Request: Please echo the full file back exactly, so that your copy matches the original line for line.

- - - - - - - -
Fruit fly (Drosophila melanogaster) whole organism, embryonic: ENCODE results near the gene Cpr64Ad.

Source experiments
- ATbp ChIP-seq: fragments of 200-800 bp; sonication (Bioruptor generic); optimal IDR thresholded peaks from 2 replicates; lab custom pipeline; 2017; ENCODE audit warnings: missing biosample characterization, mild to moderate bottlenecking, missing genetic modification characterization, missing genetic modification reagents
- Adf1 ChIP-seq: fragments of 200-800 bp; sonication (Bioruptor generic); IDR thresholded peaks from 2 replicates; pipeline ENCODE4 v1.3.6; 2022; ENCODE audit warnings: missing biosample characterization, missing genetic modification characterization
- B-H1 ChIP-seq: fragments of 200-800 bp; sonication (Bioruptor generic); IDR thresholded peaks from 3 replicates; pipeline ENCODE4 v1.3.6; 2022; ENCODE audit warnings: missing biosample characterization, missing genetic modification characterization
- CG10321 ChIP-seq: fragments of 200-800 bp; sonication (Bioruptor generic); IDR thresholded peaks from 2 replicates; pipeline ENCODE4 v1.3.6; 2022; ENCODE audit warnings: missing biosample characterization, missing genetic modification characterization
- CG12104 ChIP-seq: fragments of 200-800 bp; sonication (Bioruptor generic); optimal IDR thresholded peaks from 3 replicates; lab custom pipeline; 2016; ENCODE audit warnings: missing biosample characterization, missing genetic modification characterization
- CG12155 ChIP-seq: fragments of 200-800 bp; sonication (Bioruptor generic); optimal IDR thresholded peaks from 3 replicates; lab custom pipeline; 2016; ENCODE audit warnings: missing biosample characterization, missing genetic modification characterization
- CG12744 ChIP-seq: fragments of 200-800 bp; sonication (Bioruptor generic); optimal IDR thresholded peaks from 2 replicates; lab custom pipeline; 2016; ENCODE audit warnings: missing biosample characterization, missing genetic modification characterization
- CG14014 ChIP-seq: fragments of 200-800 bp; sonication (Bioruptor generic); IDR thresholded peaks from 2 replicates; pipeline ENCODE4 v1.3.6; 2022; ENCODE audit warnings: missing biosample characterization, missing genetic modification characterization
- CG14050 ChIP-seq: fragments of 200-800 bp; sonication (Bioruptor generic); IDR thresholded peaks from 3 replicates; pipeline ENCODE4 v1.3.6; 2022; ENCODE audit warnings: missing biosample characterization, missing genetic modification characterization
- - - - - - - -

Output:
Fruit fly (Drosophila melanogaster) whole organism, embryonic: ENCODE results near the gene Cpr64Ad.

Source experiments
- ATbp ChIP-seq: fragments of 200-800 bp; sonication (Bioruptor generic); optimal IDR thresholded peaks from 2 replicates; lab custom pipeline; 2017; ENCODE audit warnings: missing biosample characterization, mild to moderate bottlenecking, missing genetic modification characterization, missing genetic modification reagents
- Adf1 ChIP-seq: fragments of 200-800 bp; sonication (Bioruptor generic); IDR thresholded peaks from 2 replicates; pipeline ENCODE4 v1.3.6; 2022; ENCODE audit warnings: missing biosample characterization, missing genetic modification characterization
- B-H1 ChIP-seq: fragments of 200-800 bp; sonication (Bioruptor generic); IDR thresholded peaks from 3 replicates; pipeline ENCODE4 v1.3.6; 2022; ENCODE audit warnings: missing biosample characterization, missing genetic modification characterization
- CG10321 ChIP-seq: fragments of 200-800 bp; sonication (Bioruptor generic); IDR thresholded peaks from 2 replicates; pipeline ENCODE4 v1.3.6; 2022; ENCODE audit warnings: missing biosample characterization, missing genetic modification characterization
- CG12104 ChIP-seq: fragments of 200-800 bp; sonication (Bioruptor generic); optimal IDR thresholded peaks from 3 replicates; lab custom pipeline; 2016; ENCODE audit warnings: missing biosample characterization, missing genetic modification characterization
- CG12155 ChIP-seq: fragments of 200-800 bp; sonication (Bioruptor generic); optimal IDR thresholded peaks from 3 replicates; lab custom pipeline; 2016; ENCODE audit warnings: missing biosample characterization, missing genetic modification characterization
- CG12744 ChIP-seq: fragments of 200-800 bp; sonication (Bioruptor generic); optimal IDR thresholded peaks from 2 replicates; lab custom pipeline; 2016; ENCODE audit warnings: missing biosample characterization, missing genetic modification characterization
- CG14014 ChIP-seq: fragments of 200-800 bp; sonication (Bioruptor generic); IDR thresholded peaks from 2 replicates; pipeline ENCODE4 v1.3.6; 2022; ENCODE audit warnings: missing biosample characterization, missing genetic modification characterization
- CG14050 ChIP-seq: fragments of 200-800 bp; sonication (Bioruptor generic); IDR thresholded peaks from 3 replicates; pipeline ENCODE4 v1.3.6; 2022; ENCODE audit warnings: missing biosample characterization, missing genetic modification characterization